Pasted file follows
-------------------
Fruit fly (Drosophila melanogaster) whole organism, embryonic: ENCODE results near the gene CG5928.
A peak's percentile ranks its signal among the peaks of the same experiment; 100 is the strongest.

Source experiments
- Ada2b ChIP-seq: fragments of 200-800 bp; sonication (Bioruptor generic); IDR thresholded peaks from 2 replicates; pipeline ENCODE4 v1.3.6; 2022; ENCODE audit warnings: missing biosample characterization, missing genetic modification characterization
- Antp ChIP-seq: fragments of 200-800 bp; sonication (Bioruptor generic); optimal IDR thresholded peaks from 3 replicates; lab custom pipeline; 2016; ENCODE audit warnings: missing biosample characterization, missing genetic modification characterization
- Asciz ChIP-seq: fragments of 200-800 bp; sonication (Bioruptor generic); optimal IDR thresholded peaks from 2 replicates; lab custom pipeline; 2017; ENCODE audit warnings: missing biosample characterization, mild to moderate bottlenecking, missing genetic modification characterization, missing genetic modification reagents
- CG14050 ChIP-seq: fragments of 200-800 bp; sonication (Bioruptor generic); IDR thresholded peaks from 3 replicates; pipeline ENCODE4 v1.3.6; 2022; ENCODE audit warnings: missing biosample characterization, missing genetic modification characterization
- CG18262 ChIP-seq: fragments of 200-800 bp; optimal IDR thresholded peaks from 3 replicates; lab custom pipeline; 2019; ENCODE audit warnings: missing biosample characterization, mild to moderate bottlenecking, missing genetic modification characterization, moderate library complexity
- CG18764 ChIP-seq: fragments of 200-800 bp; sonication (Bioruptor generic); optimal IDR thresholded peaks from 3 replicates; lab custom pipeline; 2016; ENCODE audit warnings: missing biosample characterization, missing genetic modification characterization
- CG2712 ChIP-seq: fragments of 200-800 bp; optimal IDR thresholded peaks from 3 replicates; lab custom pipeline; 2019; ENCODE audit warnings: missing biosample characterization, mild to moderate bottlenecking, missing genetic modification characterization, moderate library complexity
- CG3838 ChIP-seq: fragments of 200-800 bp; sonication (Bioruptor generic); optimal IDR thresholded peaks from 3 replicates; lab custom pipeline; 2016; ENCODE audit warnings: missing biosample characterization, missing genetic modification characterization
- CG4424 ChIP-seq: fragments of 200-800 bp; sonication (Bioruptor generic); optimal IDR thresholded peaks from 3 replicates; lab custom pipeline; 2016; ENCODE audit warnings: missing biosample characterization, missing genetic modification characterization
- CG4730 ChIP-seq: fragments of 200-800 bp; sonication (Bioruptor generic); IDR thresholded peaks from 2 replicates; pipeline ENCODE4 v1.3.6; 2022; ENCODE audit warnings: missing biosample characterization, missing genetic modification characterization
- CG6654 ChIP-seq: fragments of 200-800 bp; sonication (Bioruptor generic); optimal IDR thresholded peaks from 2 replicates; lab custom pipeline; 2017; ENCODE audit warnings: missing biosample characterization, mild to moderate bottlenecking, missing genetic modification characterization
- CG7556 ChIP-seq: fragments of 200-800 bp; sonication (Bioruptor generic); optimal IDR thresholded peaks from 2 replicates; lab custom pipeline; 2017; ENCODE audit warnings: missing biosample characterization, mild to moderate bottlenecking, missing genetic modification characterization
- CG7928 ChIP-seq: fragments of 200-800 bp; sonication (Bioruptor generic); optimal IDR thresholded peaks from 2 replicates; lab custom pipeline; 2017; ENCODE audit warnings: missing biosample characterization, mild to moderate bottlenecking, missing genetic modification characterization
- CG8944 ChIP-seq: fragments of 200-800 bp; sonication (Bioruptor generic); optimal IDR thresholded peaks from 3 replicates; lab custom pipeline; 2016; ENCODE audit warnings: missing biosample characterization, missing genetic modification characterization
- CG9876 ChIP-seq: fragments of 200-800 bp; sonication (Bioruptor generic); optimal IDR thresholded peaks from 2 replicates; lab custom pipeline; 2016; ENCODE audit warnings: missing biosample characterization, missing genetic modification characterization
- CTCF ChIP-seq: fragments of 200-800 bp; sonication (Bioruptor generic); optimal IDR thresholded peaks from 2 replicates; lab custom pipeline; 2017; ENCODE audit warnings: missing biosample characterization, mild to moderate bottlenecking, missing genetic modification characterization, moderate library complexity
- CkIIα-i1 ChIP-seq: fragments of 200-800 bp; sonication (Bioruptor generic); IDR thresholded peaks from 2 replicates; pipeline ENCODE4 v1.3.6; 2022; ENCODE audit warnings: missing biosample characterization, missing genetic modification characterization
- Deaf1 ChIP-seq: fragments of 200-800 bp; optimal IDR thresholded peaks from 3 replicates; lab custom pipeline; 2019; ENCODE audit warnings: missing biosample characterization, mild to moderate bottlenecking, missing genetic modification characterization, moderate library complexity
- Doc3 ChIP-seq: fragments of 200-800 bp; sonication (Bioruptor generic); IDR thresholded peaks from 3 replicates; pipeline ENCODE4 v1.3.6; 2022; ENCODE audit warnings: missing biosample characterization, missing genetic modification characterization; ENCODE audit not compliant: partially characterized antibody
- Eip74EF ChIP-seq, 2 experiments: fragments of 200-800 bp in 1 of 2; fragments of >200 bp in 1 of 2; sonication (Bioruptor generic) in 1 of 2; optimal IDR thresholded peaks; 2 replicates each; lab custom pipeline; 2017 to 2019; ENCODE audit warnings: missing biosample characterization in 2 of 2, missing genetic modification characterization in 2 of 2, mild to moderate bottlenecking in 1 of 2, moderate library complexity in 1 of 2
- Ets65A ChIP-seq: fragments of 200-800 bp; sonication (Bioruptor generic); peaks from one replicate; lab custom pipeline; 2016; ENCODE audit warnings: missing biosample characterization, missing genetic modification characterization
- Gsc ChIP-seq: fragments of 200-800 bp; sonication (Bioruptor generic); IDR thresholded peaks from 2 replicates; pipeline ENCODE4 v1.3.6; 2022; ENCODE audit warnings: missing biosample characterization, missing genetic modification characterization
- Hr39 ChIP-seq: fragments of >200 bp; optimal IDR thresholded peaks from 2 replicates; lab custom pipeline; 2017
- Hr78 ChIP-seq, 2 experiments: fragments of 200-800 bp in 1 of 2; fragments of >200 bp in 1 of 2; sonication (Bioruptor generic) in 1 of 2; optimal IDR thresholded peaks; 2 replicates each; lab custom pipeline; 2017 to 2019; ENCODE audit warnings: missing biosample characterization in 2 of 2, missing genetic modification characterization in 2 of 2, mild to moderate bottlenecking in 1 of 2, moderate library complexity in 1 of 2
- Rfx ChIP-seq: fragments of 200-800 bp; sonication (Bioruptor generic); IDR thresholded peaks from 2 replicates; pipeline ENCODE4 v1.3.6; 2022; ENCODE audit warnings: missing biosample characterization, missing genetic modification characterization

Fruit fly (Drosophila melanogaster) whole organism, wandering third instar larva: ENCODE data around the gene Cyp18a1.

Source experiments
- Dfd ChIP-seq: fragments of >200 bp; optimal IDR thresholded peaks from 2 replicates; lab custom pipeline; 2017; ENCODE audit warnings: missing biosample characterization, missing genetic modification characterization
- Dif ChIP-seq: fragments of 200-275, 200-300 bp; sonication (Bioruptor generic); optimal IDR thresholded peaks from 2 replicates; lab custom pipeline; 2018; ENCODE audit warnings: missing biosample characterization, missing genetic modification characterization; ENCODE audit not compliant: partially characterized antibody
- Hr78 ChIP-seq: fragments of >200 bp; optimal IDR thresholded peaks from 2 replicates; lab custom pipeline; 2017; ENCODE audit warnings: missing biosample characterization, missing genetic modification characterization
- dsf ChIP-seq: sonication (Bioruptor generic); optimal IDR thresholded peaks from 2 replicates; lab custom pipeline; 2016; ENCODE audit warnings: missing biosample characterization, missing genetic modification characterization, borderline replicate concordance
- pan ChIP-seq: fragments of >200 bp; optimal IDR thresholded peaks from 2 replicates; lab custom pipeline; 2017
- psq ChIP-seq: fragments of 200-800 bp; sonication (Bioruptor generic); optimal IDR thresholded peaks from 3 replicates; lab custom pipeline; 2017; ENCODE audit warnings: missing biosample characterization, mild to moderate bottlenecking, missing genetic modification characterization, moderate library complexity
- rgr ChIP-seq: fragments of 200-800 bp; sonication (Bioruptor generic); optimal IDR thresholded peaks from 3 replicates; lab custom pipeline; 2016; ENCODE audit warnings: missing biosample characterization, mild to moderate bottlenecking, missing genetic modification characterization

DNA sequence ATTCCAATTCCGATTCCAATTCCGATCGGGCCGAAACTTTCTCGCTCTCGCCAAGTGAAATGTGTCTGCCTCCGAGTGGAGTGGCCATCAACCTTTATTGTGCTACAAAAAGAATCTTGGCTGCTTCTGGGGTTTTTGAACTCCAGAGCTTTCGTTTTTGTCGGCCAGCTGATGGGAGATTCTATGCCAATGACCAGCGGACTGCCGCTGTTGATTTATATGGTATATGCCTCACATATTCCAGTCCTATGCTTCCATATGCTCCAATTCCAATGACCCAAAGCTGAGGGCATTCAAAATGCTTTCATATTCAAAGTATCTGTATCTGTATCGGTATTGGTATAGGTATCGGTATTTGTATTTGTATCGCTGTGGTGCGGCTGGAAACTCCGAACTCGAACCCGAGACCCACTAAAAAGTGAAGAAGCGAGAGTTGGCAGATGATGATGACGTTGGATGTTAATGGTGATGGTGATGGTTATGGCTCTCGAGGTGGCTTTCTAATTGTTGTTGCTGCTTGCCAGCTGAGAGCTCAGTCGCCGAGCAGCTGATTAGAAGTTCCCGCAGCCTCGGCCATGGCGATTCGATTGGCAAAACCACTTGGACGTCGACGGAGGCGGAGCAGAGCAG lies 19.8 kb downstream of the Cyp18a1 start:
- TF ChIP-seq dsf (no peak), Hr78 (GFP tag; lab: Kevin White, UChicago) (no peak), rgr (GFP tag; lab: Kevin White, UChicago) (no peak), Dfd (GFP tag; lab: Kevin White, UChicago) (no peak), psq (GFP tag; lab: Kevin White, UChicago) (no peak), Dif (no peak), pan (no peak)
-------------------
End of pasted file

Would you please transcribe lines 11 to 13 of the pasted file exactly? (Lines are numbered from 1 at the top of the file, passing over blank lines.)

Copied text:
- CG3838 ChIP-seq: fragments of 200-800 bp; sonication (Bioruptor generic); optimal IDR thresholded peaks from 3 replicates; lab custom pipeline; 2016; ENCODE audit warnings: missing biosample characterization, missing genetic modification characterization
- CG4424 ChIP-seq: fragments of 200-800 bp; sonication (Bioruptor generic); optimal IDR thresholded peaks from 3 replicates; lab custom pipeline; 2016; ENCODE audit warnings: missing biosample characterization, missing genetic modification characterization
- CG4730 ChIP-seq: fragments of 200-800 bp; sonication (Bioruptor generic); IDR thresholded peaks from 2 replicates; pipeline ENCODE4 v1.3.6; 2022; ENCODE audit warnings: missing biosample characterization, missing genetic modification characterization